Try this link for more official info on the limits allowed in drinking water
Nuclear Energy Institute - Japan Earthquake: NEI Updates for Friday, March 25

Far less scary than the headlines will have you believe.
Yet, the BBC World Service also reported that figure - yesterday. Today, they are reporting "in excess of 4 thousand". And I couldn't find anywhere that says the levels are dropping....
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Old 31-03-2011, 07:08   #7
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Re: Japan and the Ocean

Quote:
Originally Posted by Saucy Sailoress View Post
Yet, the BBC World Service also reported that figure - yesterday. Today, they are reporting "in excess of 4 thousand". And I couldn't find anywhere that says the levels are dropping....
4,000 picocuries is still a very low dose rate, not good but low.
As for the BBC, their reporting has left a lot to be desired throughout the terrible events in Japan.

As an example, coal is not allowed on U.K. nuclear power station sites because it has to be treated as radioactive waste, due to it's natural level of radioactivity. You don't have a problem with it in your front room, next to your fireplace though.

All the press reporting of radiation levels being 1000 x this and Million x that have to be taken in context, of which the general public have very little comprehension.
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Old 31-03-2011, 17:49   #8
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Re: Japan and the Ocean

As a downwinder and the last serviving member of my family for 11 years, I feel sorry for anyone or thing that has to go through the pain of death by cancer. We have no idea what we're doing to our ecosphere, and if we ever figure it out, it'll probably be too late.
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Old 31-03-2011, 20:05   #9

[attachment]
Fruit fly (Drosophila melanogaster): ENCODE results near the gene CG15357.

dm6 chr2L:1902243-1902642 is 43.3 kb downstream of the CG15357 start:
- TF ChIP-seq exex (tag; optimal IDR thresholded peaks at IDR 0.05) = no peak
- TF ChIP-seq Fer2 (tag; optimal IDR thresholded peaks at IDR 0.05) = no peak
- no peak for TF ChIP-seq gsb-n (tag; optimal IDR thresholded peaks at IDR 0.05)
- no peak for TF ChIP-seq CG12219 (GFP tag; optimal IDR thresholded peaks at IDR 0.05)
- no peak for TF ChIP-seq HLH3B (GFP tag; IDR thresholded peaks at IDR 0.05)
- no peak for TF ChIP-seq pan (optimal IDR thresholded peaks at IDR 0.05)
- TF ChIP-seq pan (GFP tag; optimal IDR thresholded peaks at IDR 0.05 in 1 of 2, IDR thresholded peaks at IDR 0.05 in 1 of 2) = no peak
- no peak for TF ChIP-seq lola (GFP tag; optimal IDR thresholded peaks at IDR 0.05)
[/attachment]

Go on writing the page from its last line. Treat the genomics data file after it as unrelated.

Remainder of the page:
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Re: Japan and the Ocean

But seawater does contain radioactive elements everywhere.

It will be very bad for immediately adjacent area and then go off exponentially with time and distance.

I hope very much their efforts will limit the damage as far as possible.

I hope very much I am correct in my thinking on sea water, exponential decay, space geometry and human efforts.

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Old 31-03-2011, 20:43   #10
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Re: Japan and the Ocean

Quote:
Originally Posted by Saucy Sailoress View Post
Cavalier reporting or not, this is still going to be a problem:

"Measurements taken on Tuesday show levels of radioactive Iodine 131 at more than 3,300 times the legal limit in seawater a few hundred meters to the south of the plant. That is the highest it has been since the crisis began."
...and are you aware that the half-life of this iodine isotope is only 8 days?

Iodine-131 - Wikipedia, the free encyclopedia

but hey, whatever sells newspapers.
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Old 31-03-2011, 22:11   #11
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Re: Japan and the Ocean

Iodine 131 isn't the only stuff that's begin tossed out by that mess.

Cesium 137 has a half life of 30 years. How much of that has been put into the ocean and the air?

You might want to give this a look see. Interesting interview on the subject. The link starts you 10:33 into the segment so don't be surprised by it.

http://www.democracynow.org/2011/3/3...al_a_debate_on


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Old 01-04-2011, 03:31   #12
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Re: Japan and the Ocean

Quote:
Originally Posted by Artif View Post
Please read the link I supplied earlier about sea water contamination, the levels have dropped dramatically, however they will remain variable in the near future .
Try this link for more official info on the limits allowed in drinking water
Nuclear Energy Institute - Japan Earthquake: NEI Updates for Friday, March 25

Far less scary than the headlines will have you believe.
Thanks for that link Artif. I've been frustrated trying to find factual, authoritative information. The standard media outlets seem to just repeat each others' speculative and uninformed nonsense.